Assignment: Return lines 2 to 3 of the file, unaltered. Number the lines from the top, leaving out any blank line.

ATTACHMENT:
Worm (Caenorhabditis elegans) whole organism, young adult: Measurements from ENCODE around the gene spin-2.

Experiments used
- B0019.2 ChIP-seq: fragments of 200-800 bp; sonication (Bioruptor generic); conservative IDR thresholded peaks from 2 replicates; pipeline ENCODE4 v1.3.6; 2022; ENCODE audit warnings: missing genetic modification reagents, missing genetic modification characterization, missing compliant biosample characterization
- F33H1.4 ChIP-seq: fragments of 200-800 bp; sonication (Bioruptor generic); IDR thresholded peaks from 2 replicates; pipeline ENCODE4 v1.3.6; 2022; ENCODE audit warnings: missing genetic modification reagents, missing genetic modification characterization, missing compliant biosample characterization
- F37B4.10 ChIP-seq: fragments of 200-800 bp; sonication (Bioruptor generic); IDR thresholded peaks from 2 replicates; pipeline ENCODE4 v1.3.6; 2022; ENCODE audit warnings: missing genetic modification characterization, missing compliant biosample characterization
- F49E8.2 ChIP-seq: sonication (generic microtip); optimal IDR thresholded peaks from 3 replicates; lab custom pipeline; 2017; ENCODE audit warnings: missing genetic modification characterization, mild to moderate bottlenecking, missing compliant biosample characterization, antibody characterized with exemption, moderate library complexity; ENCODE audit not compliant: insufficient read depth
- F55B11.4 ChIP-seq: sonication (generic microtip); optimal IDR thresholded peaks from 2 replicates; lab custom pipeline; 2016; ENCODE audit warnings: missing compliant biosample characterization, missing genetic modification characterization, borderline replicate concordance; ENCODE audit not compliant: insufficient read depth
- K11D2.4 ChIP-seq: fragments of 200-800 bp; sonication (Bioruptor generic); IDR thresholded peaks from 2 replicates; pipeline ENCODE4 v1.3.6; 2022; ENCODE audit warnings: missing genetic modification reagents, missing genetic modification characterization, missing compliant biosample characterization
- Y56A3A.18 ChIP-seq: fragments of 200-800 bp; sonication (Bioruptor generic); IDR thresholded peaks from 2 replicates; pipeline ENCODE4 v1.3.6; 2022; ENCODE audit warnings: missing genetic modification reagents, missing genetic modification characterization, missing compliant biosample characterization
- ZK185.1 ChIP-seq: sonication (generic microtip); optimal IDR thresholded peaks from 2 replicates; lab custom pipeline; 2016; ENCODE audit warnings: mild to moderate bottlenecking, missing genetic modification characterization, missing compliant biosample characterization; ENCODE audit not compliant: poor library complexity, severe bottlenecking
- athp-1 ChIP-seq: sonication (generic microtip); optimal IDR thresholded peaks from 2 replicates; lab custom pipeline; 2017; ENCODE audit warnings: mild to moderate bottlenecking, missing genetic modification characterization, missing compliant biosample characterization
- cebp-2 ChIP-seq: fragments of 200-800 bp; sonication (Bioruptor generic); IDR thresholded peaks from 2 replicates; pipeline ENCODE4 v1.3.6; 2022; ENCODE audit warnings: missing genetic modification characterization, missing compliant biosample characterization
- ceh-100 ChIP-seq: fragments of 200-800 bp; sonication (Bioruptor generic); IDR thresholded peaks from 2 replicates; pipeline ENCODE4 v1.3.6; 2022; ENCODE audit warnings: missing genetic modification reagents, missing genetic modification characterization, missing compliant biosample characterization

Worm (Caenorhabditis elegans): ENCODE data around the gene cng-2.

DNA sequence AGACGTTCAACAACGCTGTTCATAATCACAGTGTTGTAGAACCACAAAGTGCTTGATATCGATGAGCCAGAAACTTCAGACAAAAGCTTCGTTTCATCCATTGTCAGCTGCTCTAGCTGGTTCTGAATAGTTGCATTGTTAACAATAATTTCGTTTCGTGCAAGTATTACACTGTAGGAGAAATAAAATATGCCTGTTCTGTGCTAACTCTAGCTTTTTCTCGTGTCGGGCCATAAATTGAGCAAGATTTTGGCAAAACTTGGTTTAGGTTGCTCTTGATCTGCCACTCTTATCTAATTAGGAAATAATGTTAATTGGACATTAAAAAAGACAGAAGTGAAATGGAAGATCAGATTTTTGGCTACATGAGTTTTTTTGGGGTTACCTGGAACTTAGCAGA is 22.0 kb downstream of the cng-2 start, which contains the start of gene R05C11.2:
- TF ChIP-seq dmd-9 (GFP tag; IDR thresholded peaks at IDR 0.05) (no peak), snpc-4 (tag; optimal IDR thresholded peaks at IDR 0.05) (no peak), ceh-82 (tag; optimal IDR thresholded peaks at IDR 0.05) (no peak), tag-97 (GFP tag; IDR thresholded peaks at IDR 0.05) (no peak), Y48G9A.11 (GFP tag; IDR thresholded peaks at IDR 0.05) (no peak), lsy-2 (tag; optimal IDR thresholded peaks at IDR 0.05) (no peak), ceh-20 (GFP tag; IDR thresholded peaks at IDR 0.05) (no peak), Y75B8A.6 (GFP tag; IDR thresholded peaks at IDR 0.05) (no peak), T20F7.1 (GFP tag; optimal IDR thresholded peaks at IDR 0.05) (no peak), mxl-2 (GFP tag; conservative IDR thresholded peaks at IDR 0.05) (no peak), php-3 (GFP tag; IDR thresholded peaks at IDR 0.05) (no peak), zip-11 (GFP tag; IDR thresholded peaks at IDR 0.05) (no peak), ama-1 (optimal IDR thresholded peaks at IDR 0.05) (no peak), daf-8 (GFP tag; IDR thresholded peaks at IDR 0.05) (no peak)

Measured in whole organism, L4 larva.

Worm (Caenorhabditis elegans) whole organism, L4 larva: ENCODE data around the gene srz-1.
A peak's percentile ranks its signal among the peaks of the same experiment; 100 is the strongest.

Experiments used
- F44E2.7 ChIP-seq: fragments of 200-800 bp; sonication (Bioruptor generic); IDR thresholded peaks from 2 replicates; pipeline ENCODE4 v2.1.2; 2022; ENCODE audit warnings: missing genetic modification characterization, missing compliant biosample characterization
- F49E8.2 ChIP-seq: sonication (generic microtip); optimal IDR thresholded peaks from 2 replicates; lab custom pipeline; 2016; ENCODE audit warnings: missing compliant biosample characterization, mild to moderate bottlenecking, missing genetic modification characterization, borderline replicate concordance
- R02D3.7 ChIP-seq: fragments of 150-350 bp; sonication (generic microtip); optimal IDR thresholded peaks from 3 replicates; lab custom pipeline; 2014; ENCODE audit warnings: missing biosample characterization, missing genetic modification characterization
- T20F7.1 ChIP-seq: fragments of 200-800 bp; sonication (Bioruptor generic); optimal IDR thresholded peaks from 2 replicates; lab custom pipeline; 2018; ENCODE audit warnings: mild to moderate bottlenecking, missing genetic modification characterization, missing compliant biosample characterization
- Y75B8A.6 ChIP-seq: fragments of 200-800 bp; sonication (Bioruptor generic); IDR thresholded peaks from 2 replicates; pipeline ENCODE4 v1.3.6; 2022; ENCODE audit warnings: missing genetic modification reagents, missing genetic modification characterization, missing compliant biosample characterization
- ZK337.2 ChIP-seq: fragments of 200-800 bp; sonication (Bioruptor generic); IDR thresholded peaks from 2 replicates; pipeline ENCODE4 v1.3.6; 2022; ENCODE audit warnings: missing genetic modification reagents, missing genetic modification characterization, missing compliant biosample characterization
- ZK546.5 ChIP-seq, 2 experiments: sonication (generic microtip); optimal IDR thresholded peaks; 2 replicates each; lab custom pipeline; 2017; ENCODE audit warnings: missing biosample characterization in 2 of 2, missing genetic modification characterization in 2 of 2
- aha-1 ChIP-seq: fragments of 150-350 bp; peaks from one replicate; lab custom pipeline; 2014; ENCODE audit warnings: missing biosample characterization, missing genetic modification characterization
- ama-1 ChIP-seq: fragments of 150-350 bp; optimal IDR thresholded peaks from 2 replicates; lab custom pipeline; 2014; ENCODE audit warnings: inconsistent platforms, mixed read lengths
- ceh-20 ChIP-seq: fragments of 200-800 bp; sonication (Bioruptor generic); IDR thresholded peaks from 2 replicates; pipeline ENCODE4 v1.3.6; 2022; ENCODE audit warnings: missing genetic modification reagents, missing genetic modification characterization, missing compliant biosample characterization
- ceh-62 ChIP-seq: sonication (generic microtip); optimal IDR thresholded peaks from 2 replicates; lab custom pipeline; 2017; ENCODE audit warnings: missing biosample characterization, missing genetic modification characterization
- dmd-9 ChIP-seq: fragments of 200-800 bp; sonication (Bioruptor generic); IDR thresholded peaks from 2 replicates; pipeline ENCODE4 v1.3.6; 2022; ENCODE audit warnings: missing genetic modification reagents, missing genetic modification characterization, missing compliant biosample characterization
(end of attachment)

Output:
Experiments used
- B0019.2 ChIP-seq: fragments of 200-800 bp; sonication (Bioruptor generic); conservative IDR thresholded peaks from 2 replicates; pipeline ENCODE4 v1.3.6; 2022; ENCODE audit warnings: missing genetic modification reagents, missing genetic modification characterization, missing compliant biosample characterization